Git Tutorial – Git Branching Complete Tutorial
Git Tutorial — If you use
git as version tool you may come across some common things like creating a branch, merging branch or deleting a branch. Here We will provide a quick glance of git branching scenarios and commands which can be useful for a developer in the daily development cycle.
Creating a new branch –
In recent versions of Git (1.7.0 and newer), you can create and checkout a new branch :
git checkout -b <branch>
-b causes a new branch to be created and then checked out.
Another way to create a new branch is but this command will not check out the newly created branch.
git branch <branch>
Setting remote tracking for branch –
Edit files, add and commit. Then push with the -u option:
git push -u origin <branch>
Git will set up the tracking information during the push. Now branch created locally will also be tracked remotely (a branch will be created at your main repository e.g hosted on github.com or bitbucket or gitlab)
Switching to a branch –
git checkout <branch>
Stashing a branch –
Sometimes you want to switch to another branch due to the urgent issue while you are in the midst of some development in the current branch. You can not commit changes in the current branch because it can break some functionality and if you do checkout another branch you will lose local changes.
In this situation stashing comes to help. It is the place where you can stash your changes, switch branch and then come back and start from where you left. Let’s run these commands in sequence
It shows that some files have been modified.
All uncommitted changes moved into the stash.
Working directory is clean.
Applying changes form stash –
To see what stashes have been stored
git stash list
Apply changes from a stash
git stash apply
Merging branch –
1. Switch to a branch where changes need to be merged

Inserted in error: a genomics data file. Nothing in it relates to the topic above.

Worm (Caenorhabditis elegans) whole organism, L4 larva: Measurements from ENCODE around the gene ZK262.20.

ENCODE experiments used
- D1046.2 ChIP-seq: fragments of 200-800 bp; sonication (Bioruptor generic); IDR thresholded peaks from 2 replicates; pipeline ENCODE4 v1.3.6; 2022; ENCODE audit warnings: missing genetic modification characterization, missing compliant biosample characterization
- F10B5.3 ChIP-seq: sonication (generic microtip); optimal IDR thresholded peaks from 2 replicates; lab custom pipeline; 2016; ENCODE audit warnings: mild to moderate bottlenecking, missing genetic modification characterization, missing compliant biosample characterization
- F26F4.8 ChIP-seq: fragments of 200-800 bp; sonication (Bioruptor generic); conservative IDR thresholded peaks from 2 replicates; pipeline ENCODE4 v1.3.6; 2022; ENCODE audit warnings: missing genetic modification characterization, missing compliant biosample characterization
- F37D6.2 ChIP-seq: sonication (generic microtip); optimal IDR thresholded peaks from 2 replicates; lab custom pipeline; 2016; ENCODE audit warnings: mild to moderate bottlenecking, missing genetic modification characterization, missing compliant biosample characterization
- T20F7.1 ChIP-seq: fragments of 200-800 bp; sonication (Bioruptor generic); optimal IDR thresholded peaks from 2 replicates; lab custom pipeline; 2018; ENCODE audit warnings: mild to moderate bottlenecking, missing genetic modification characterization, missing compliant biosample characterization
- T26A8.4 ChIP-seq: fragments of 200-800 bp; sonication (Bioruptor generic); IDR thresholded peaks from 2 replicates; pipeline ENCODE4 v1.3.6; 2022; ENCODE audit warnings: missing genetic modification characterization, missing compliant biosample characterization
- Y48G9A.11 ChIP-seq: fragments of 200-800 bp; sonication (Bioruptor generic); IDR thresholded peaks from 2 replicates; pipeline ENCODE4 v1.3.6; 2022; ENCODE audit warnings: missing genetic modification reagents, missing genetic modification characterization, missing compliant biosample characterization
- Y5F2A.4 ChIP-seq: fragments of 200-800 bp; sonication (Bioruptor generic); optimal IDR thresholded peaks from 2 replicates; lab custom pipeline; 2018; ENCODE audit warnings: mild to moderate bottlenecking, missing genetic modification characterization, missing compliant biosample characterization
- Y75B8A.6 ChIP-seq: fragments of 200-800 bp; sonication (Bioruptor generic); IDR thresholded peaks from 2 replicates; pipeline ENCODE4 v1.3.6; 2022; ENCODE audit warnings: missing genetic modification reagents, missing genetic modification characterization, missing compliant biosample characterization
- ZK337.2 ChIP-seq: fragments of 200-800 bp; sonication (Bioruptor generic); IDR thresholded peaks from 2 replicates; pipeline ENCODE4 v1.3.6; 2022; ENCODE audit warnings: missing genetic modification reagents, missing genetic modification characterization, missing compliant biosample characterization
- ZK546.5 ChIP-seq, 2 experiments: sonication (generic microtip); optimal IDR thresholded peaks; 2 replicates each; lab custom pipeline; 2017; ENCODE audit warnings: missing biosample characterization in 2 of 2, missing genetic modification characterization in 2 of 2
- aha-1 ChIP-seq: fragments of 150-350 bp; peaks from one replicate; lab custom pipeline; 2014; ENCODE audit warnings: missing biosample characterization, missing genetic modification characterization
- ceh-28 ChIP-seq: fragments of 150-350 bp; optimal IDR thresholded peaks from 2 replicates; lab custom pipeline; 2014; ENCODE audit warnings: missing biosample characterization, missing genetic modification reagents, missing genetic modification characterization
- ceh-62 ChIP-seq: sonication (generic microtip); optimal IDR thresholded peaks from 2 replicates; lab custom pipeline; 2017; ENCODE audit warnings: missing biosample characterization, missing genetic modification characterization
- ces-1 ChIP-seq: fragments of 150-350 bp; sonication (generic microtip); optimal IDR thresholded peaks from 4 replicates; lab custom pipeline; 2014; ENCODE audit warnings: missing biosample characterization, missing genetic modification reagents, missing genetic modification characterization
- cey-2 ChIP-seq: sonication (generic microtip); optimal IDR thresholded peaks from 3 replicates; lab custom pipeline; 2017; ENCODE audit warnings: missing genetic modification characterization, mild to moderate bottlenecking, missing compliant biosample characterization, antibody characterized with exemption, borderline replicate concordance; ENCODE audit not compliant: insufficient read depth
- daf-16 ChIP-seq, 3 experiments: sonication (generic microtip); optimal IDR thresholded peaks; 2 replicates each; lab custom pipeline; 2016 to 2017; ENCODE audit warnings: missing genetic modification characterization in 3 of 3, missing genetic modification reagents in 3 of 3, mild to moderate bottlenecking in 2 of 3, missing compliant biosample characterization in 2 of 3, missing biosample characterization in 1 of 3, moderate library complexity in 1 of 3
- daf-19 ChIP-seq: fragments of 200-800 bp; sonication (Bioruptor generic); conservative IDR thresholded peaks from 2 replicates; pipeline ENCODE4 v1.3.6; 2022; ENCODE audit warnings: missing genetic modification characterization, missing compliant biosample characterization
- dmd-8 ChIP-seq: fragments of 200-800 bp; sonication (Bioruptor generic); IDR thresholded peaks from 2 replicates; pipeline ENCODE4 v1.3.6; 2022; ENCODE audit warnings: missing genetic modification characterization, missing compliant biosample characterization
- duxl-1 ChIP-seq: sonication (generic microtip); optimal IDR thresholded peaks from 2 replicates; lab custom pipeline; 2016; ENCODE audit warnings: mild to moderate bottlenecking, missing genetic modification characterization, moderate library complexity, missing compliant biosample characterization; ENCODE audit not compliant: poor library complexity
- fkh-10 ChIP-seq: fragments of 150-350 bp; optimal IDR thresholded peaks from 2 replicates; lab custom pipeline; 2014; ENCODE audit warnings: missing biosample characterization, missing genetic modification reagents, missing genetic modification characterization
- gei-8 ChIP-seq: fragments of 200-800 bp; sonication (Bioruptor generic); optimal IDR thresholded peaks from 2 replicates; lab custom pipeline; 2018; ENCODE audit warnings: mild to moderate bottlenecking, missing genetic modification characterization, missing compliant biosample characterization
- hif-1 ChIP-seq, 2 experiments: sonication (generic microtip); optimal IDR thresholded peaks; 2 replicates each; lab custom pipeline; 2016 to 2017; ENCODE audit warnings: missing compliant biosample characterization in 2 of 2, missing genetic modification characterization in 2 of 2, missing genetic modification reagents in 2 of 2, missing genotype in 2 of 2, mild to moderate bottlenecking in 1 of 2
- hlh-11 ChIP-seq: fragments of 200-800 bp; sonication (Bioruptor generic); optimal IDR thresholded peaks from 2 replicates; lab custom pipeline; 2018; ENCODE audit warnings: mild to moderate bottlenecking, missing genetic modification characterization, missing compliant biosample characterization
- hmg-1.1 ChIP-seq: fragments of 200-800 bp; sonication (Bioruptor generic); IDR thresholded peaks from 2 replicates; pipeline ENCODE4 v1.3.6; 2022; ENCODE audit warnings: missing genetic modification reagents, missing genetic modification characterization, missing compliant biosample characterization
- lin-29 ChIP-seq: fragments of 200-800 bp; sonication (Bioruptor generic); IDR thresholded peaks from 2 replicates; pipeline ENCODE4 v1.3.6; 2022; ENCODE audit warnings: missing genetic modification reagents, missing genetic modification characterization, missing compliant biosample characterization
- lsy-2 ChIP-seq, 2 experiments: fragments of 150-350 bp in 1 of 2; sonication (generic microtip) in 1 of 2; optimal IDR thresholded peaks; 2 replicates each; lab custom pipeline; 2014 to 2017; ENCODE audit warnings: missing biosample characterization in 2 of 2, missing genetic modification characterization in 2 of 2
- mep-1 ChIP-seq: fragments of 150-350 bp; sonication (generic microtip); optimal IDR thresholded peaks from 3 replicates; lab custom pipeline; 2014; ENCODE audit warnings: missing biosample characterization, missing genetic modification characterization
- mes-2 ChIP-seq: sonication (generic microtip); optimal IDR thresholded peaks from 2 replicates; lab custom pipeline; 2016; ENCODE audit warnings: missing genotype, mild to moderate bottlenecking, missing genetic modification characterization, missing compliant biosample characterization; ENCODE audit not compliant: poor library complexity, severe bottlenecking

git checkout master
2. To see available branches
3. Merge a selected branch into master
Merging Branches Without A Conflict –
If the files from the different branches you’re merging don’t have any conflicts with your current branch, then the merge will be done smoothly without any issues.
Merging Branches With a Conflict –
In case of conflict first list out which files need merging via
git ls-files -u
It will show you the files where conflicts need to be resolved. If git has multiple version of a file then it will be listed multiple times.
If you want to see each branch file individually you can run
git show <branch>:<filename>
or consolidated file with conflict
git diff <filename>
You will see + and – in diff output. These have following meanings
- “+” (a “plus sign”) means the line was missing from the previous version.
- “-“ (a “minus sign”) means the line was added to the previous version.
- ” ” (a space) means the line was not changed.
Resolving conflict manually –
Edit the conflicted file in editor and remove or add content to make it conflict free. Then add file and commit it.
git add <filename>
Check again for any conflicting state
git status git commit
Resolving conflict with GUI –
Sometimes merging manually can be error prone. Git has a large number of GUI tools which can be used for merging e.g Beyond Compare, Kdiff3, meld.
I prefer to use Kdiff3, love its interface and 3-way merge. I have set it as my default merge tool in global config.
git config --global merge.tool kdiff3
Merging with Kdiff3 is quite simple. Just type the following command and it will open conflicted file one by one so that you can resolve it. Saving the file after resolving the issues will make it conflict free.
git mergetool -t kdiff3
Deleting branch after merging –
Sometimes in your git workflow, you need to create a temporary git branch for hot-fix of issues which after its use may be deleted.
Deleting a branch locally –
git branch -d branch_name
Deleting a remote branch –
If you want to delete corresponding remote tracking branch on the server.
git push origin --delete branch_name
Merging specific files from another branch –
Sometimes you will need to merge only a specific file from a certain branch. Let’s say you want to merge the only file
abc.txt from hot-fix branch into the master branch.
Make sure that you are on the master branch. Check that via running
git branch * master hotfix
If not switch to master branch
git checkout master git checkout hot-fix abc.txt
abc.txt will be replaced in the master branch with one present in hotfix branch.
This is not actual merging but replacing the file itself. There are other lots of way to do the actual merge for a single file but I like the simplicity of this approach and follow this in my project.